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How Do Americans Feel About Women, Gays in the Pulpit?

Friday, January 30, 2015

Americans support women in the pulpit and in senior leadership positions within the church. But they are more hesitant when it comes to supporting openly gay and lesbian religious leaders.

A new Rasmussen Reports national telephone survey finds that 60% of American Adults favor women in the pulpit, while just 16% are opposed. Twenty-five percent (25%) are undecided. (To see survey question wording, click here.)

Even more (74%) support women in leadership positions in their respective faiths. Just nine percent (9%) are opposed, with 17% undecided.

Just 43% of Americans favor openly gay and lesbian individuals in the pulpit. Thirty-eight percent (38%) are opposed. Nineteen percent (19%) are undecided.

Forty-six percent (46%) support open gays and lesbians holding senior leadership positions in their respective faiths. Thirty-four percent (34%) do not, while 19% are not sure.

The more one attends religious services, however, the less supportive he or she is of women, gays and lesbians in the pulpit.

Evangelical Christians are less supportive than those of other faiths when it comes to women in the pulpit but are equally strong supporters of women in leadership positions in their faith. Evangelicals are much less supportive than the others, though, when it comes to open gays and lesbians in the pulpit and in leadership roles.

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The national survey of 800 Adults was conducted on January 26-27, 2015 by Rasmussen Reports. The margin of sampling error is +/- 3.5 percentage points with a 95% level of confidence. Field work for all Rasmussen Reports surveys is conducted by Pulse Opinion Research, LLC. See methodology.

More voters than ever think women are good for the U.S. military, but they remain closely divided about gays and lesbians in uniform. 

Seventy-two percent (72%) of Americans consider their religious faith to be at least somewhat important in their daily lives, including 46% who say it’s Very Important. Twenty-seven percent (27%) say their faith is not important, with 15% who view it is Not At All Important. The level of importance placed on religious faith is generally in line with surveys for several years.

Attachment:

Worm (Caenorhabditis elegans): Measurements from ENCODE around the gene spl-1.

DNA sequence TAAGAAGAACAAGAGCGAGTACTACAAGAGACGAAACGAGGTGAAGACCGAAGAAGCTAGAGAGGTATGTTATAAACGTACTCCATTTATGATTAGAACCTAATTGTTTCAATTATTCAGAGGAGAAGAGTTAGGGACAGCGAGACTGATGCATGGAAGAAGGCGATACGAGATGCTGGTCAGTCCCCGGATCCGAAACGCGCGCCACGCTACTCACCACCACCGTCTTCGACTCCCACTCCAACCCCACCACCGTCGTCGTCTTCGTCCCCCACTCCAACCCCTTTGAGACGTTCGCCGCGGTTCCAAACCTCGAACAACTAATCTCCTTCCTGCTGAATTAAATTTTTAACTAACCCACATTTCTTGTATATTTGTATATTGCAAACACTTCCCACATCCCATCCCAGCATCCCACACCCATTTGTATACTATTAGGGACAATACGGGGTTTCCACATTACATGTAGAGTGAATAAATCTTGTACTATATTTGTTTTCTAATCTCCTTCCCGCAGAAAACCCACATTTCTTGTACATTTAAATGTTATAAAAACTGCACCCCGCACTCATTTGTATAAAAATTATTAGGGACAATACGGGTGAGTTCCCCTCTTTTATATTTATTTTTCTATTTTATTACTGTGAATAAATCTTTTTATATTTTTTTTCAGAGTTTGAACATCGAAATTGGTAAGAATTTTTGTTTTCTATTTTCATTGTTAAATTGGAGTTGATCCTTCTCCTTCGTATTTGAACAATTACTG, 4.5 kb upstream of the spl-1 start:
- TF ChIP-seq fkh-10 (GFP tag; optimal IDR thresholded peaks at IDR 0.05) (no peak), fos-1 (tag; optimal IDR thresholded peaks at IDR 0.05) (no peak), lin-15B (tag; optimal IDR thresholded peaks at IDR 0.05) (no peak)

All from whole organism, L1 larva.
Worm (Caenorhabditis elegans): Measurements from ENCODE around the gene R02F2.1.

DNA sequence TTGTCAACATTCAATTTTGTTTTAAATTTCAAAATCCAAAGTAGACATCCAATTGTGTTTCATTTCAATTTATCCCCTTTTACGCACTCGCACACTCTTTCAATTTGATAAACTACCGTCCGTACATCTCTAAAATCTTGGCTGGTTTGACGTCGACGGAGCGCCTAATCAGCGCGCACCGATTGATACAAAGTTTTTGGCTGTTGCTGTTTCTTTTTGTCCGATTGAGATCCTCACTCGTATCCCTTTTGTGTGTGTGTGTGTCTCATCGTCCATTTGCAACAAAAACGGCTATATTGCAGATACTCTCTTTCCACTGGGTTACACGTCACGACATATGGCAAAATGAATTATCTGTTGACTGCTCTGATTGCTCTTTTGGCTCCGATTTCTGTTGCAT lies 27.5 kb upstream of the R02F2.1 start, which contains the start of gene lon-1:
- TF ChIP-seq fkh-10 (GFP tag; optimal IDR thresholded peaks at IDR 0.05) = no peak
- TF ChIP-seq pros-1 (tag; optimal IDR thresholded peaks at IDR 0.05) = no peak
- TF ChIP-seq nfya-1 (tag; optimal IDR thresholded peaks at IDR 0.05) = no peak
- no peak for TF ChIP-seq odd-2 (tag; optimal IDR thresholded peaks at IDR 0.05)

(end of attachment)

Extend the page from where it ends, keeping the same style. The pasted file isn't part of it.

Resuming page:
Evangelical Christians put the most importance on their faith, followed by other Protestants and Catholics.  Not surprisingly, those who attend their church, synagogue or mosque weekly are far more likely than others to say their religious faith is Very Important to their daily lives.

Generally speaking, the older the adult, the more likely he or she is to say religious faith is Very Important to daily life.

While there are few differences of opinion when it comes to women’s roles in religious faith, younger adults show more support for gays and lesbians in the pulpit and holding leadership positions.

Majorities of women and men favor women in the pulpit and holding leadership positions, but women feel even more strongly.

Married adults and those with children living with them are more likely to oppose gays and lesbians in the pulpit and in leadership roles than those who are not married and don't have children at home.

Voters remain closely divided on the issue of gay marriage. Fifty-two percent (52%) view marriage more as a religious institution than a civil one. Forty percent (40%) see marriage primarily as a civil institution. Sixty-four percent (64%) of those who view marriage as a religious institution oppose gay marriage, while 80% who see it as a civil one favor it.

Seventy-seven percent (77%) do not believe the government should be allowed to prosecute religious leaders for comments that criticize government and social policies that violate the basic beliefs of their religion. 

But just 20% of voters favor a law in their state that would allow businesses to refuse service to customers for religious reasons. Fifty-one percent (51%), however, continue to believe that rulings by judges in recent years regarding religion in public life have been more anti-religious than the Founding Fathers intended.

Thirty-three percent (33%) of Americans favor the Boy Scouts’ new policy to allow openly gay young people to be scouts but not to permit openly gay men to be scoutmasters.  Forty-one percent (41%) oppose this policy change. Thirty-six percent (36%) agree with the decisions by some charitable organizations to stop their contributions to the Boy Scouts over its policies toward gays.

Additional information from this survey and a full demographic breakdown are available to Platinum Members only.

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